An unlikely candidate for president he may be, but in light of the infamy faced by the Democrats, Trump’s image may trump Clinton’s tarnished record

 

After a chaotic, controversial, and very showbiz Republican Convention, Philadelphia’s democratic strategists seemed to be happy with their own plans for a star-studded, professional-looking and ‘classy’ affair, with speakers ranging from Obama to Bill Clinton.

That all suddenly changed …

On the 22nd of July, three days before the start of the Democratic Convention, WikiLeaks released, with perfect timing, 19,252 emails and 8,034 attachments from the Democratic National Committee (DNC), the party’s governing body. The leak laid bare internal scheming by the DNC against Bernie Sanders during the primaries, raising accusations that the supposedly neutral governing body had abused its power in order to side with Clinton.

The first victim of this leak was the DNC chairwoman who was forced to resign at the beginning of the convention.

The emails and their attachments were filled with evidence of the DNC planning a smear campaign against Sanders, attempting to claim he was an atheist. Further attachments detailing the information of donors and fundraisers to the Clinton campaign were also released.

To the already angry supporters of Hillary Clinton’s socialist rival, the leak provided evidence for accusations they’d been voicing throughout the election process.

These developments have also reinforced Donald Trump’s own campaign, giving it some much-needed ammunition against Clinton, whom he has been trying to brand as ‘crooked Hillary.’

At one point, WikiLeaks was trumpeted as a freedom-enhancing platform. But its recent actions suggest that it has crossed into dangerous political waters. Democrats have accused Russia of being behind the leak. For its own part, Russia already has a history of hacking; most recently, when it gained unauthorised access to the electricity and water supplies of Ukraine and the servers of its Baltic state rivals. But interfering in another country’s democratic process would be unprecedented. If evidence is released to support this, it could explode an already icy relationship between the U.S. and Russia, plunging the two countries into a new Cold War.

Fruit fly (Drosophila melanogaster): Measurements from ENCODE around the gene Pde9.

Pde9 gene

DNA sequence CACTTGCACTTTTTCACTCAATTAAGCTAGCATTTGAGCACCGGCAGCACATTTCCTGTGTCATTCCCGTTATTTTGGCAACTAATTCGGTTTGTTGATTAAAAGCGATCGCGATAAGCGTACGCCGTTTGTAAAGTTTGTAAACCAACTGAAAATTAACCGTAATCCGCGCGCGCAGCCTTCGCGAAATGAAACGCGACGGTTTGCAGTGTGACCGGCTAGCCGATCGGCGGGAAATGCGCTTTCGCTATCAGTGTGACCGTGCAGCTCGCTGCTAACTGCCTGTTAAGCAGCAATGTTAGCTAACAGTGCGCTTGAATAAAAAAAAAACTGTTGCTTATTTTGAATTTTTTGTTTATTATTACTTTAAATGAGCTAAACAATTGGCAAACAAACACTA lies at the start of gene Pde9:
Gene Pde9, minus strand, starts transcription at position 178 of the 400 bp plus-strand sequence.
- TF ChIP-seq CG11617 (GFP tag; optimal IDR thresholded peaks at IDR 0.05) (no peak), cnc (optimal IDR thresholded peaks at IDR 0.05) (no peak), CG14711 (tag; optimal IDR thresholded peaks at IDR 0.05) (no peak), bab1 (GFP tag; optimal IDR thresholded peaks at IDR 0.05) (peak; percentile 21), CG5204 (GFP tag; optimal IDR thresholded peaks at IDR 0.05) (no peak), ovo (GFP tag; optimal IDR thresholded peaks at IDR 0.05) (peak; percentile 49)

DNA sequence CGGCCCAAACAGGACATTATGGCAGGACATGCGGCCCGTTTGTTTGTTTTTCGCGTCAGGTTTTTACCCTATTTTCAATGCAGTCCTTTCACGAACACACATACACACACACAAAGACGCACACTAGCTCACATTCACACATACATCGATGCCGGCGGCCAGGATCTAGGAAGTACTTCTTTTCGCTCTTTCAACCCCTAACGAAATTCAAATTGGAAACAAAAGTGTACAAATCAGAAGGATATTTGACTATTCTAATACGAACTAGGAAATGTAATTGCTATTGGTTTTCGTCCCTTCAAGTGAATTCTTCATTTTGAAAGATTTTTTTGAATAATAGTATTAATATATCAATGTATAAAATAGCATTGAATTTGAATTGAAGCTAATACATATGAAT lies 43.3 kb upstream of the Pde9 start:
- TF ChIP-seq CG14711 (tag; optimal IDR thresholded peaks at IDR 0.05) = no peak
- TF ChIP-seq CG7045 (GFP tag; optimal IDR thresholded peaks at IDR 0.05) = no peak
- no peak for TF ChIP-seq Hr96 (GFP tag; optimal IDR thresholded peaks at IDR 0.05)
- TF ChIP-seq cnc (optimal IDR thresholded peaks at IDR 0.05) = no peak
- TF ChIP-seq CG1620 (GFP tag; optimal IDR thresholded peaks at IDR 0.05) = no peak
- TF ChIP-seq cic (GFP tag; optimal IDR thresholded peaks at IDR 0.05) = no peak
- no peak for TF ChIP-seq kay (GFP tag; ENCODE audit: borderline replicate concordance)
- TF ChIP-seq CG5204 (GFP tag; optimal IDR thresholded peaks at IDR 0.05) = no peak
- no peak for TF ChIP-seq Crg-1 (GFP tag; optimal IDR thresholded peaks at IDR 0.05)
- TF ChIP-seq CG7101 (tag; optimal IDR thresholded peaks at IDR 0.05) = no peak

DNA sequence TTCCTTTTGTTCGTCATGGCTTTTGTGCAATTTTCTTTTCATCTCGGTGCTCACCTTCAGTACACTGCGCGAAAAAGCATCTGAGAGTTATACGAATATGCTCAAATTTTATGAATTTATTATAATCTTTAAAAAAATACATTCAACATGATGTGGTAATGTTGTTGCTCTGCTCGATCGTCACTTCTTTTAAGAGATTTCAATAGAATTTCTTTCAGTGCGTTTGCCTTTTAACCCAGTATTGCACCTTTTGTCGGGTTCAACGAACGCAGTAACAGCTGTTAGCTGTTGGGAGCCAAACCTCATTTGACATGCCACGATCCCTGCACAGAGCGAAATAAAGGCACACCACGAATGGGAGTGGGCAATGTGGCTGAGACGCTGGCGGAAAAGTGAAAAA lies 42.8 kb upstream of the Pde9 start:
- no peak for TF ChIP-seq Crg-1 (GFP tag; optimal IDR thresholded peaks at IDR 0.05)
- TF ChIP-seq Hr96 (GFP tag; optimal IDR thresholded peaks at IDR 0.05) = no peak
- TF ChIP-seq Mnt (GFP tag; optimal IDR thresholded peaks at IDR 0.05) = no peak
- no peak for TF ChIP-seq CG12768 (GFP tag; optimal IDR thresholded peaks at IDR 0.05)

On the back of these claims, Donald Trump commented: ‘Russia, if you’re listening, I hope you’re able to find the 30,000 emails that are missing’. Following criticism that he was siding with America’s foes, he insisted that he was being sarcastic.

In a new development, it emerged last weekend that an entity known as ‘fancy bear’ holds close links with Russia’s intelligence service, and has hacked the servers of those working on the Clinton presidential campaign.

However, the leak may also be down to the history WikiLeaks’ founder, Julian Assange, has with Hillary Clinton. He once described Clinton as a ‘liberal war hawk’, and threatened that his site could ‘release a lot of material’ in relation to her campaign. There are fears that details concerning Bill Clinton’s sex life and information regarding Clinton’s 30,000 emails controversy, could form part of this.

What does all this signal for the election campaign?

After the convention season, the polls are showing a huge rise in support for Trump. Although the Democratic Convention did manage to recover, with tremendous speeches of unity and hope from Obama, Michelle Obama and Bill Clinton. Donald Trump still succeeded in attracting nearly a million viewers more than Clinton during his televised speech — something that’s down to his personal appeal amongst many voters.

There is still a while to go before we know the presidential winner,  and a lot can change between now and November 7. However, with terrorist attacks on the rise and safety fears growing, Trump’s rhetoric is sticking, despite its controversial message.

Clinton on the other hand is walking on fine ice. Her campaign suggests that the U.S. economy under the Obama administration is doing fine, and only in need of some tweaking. But as she discovered from an angry heckler at the launch of her battle bus, the economy is not fine, nor is America for that matter. Her message of hope is not really cutting through the scepticism, and her attempts to inspire Obama’s African-American supporters don’t seem to be working. Additionally, only 80 per cent of Sanders’ supporters are expected to vote for her.

November 8 could become analogous to Britain’s June 23, and voter turnout may prove to be the crucial factor. Trump’s army of white, working-class angry males are more than likely to show up, whereas Clinton’s younger voters may do a no-show.

One thing’s for sure, this campaign is going to be personal and at the moment Clinton’s image is far from impressive. Of course, she still has the card of credibility to play given her formidable background in government. But with these leaks, an impression of her as somehow ‘crooked’ has settled, giving a steady advantage to Trump’s team.

It will be a challenge for Clinton’s campaign to sway the focus of a tabloid-obsessed public that relishes in gossip.

Trump is not entirely safe either. He doesn’t want to appear too close to Russia and Putin — both mistrusted by a significant section of the American public. And for how much longer can he keep getting away with making bombastic and attention-seeking remarks? The time for serious policy talk is drawing nearer, and he just may run out of vitriol.

Still, the WikiLeaks July 22 revelations have already proved to be influential. And with no one knowing how much more could still be disclosed, Trump seems to have been handed some powerful weaponry.

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